How the First Welsh Cup was Won – by Those Who Were There

On Sunday, The New Saints will face Bala Town in the 134th JD Welsh Cup Final, 145 years on from the very first deciding match of the competition when Wrexham defeated Druids 1-0 at Acton Park in March 1878.

But while this latest final will be televised live on S4C’s Sgorio, newspaper reports were the only alternative to actually being there in those early days of association football. Therefore, ahead of the latest edition of the domestic showpiece, we have compiled a contemporary view of that very first final and it makes fascinating reading that reflects a very different time. 

A 90th minute winner from James Davies proved to be the difference between Wrexham and Druids in that inaugural final when Wrexham became the first club to win the Welsh Cup. The match was played in at Acton Park in Wrexham rather than the nearby Racecourse which was unavailable at the time and a large crowd came out to see the first appearance of what remains one of the oldest domestic cup competitions in the world.  

But for all the positivity that should surrounded the occasion, the Wrexham Guardian set a very different scene with their opening lines of the match report the week after the game. 

“The first season of the Welsh Football Association is now closed with the Challenge Cup. That difficulties should arise, is only what any of our readers may expect in an association like the above, but we hope all animosity and bad feeling will pass away, and when the next season comes round the experience of the past will prove beneficial. We have no doubt the association will do a great deal of good in creating a love for this manly game, while it is conducted by gentlemen.”  

Meanwhile, The Cambrian News and Merionethshire Standard chose to open with a weather report and how those who braved the conditions made their way to the venue. 

“Great interest was manifested in the match and notwithstanding the threat of a snow-storm nearly two thousand spectators assembled to witness, it, the native element being largely supplemented by the arrival by special train of a contingent from Oswestry and intervening stations. From the summerlike weather of a few weeks ago it was thought that it would be much too warm for football, and more pleasant for spectators than players, but the contrary was the case, a cold piercing wind blowing across the ground and the sun which at times gleamed fitfully served only to make the cold the more intensely felt.”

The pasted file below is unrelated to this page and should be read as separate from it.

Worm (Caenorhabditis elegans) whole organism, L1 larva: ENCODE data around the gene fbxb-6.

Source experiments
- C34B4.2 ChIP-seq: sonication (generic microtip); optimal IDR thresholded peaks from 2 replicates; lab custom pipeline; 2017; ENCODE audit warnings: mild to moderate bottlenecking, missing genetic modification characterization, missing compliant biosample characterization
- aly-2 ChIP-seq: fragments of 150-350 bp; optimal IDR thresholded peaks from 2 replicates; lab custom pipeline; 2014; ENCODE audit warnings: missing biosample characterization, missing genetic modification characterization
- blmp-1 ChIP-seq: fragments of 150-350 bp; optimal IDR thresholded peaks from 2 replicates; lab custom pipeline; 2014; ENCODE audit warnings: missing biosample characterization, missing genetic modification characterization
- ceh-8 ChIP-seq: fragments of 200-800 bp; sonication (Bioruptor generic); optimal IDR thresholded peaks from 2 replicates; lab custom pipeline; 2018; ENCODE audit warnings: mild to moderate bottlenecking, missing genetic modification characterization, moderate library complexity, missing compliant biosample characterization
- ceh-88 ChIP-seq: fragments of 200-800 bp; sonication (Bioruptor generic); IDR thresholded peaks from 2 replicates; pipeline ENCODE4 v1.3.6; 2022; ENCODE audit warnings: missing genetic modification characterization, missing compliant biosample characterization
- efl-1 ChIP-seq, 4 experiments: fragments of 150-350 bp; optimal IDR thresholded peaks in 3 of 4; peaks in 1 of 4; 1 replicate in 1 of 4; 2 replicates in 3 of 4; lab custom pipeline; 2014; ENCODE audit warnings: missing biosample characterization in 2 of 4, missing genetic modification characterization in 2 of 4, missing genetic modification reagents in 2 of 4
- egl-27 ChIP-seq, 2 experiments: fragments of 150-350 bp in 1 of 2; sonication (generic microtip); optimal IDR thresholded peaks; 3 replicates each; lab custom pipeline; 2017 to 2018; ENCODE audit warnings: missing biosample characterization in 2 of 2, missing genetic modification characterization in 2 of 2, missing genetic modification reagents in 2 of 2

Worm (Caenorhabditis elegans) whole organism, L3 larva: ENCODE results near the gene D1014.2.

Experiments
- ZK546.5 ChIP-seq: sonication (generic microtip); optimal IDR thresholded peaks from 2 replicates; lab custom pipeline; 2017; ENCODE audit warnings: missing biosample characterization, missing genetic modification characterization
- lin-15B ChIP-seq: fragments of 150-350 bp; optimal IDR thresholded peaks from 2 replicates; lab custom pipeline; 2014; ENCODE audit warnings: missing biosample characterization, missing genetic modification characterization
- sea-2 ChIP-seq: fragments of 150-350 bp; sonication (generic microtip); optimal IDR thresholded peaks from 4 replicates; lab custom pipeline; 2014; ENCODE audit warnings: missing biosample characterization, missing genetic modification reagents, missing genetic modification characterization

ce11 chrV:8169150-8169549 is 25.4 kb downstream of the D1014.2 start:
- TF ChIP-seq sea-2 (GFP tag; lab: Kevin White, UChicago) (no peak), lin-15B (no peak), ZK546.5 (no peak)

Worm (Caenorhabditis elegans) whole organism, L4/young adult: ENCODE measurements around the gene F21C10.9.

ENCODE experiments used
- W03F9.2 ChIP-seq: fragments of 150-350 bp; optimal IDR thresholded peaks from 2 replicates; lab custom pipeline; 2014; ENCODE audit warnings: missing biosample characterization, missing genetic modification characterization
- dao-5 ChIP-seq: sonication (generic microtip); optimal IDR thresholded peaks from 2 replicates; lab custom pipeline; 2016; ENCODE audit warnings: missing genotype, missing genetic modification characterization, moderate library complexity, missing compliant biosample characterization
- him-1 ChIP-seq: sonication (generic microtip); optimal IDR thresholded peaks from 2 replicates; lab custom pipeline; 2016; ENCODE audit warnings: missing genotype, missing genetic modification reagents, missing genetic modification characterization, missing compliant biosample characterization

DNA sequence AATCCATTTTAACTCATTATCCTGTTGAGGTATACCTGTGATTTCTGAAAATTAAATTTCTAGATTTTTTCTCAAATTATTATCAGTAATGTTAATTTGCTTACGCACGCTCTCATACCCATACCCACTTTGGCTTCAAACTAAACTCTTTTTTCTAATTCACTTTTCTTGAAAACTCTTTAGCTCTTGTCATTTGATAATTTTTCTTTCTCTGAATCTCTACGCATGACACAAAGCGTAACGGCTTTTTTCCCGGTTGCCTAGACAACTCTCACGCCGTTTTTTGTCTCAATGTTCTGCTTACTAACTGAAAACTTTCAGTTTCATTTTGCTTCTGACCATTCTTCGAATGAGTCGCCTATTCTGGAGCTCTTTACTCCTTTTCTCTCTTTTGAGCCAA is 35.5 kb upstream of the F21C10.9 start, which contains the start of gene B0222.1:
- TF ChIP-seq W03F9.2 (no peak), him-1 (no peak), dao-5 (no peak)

The match was scheduled to kick-off at 4pm, but as reported in the Wrexham and Denbighshire Advertiser and Cheshire Shropshire and North Wales Register, this was not the case as the crowd were left waiting for the players to take to the field. 

“In order to suit the convenience of the country contingent the kick-off was put off to a late hour, and it was some minutes past four o’clock when the ball was set agoing. The Druids won the toss, and choose to play with the wind. The ball was quickly in the vicinity of the Wrexham goal, and an attempt was made to encompass its downfall, but the back lines were in first-class fighting order, and sent the ball well into the territory of the enemy.” 

The language used in the match report across all of the publications of the time offers a fantastic insight into how matches were played and journaled in those early years of association football. For reference, admission was sixpence, while the Wrexham Guardian takes us back to matters on the field. 

“It was soon apparent that the Wrexham defence was good but their attacking power weak. Wrexham’s three half-backs against the wind was all right, but with the wind in their favour we think If they had put another centre with Price they would have done better, the Druids’ backs closing in on him whenever he had a chance. Evans, junr., made some capital centre shots, but there was no one there to take them on. The passing all round was splendid.” 

The match would be decided in the final moments and in controversial circumstances, enough for the journalists in attendance to question if an appeal would be made by the Druids against the result. However, this did not materialise and it was Wrexham who would be crowned the first-ever winners of the Welsh Cup. 

The Cambrian News and Merionethshire Standard explains how the match was decided. 

“Cross placed the ball well in front of goal. It was headed away, but returned by Evans, junr., and rushed through the goal after a sharp tussle, and a goal thus scored to the home team just before time was called. This was the signal for immense cheering, and the excited spectators crowded over the ropes, and it is doubtful if time had not been called whether play could have been resumed, at least for some time. The captain and several of the Wrexham team were then carried shoulder high from the ground.” 

The referee for that very first final was Mr J W Thomas of Stoke, and it seemed he did not have easiest of afternoons, with Wrexham striker and Cymru international at the time John Price earning a special mention in The Cambrian News and Merionethshire Standard for his approach. 

“The game was a very fast one, and well contested, but if either had the best of the play we think it was the Druids, we cannot but express our great regret that the contest was not of a more friendly character, and played with less violence. Several men lost their tempers, but none went so far as Pryce (sic), who seems rather prone to fighting, at least we have on other occasions heard him threaten his opponents.” 

The sport is of course unrecognisable now to how it was then, but the JD Welsh Cup continues to be contested for each and every season. Ahead of the 134th final, 145 years on from that afternoon at Acton Park, it is a competition that should be celebrated for the important role it plays in the history of the game in Wales.

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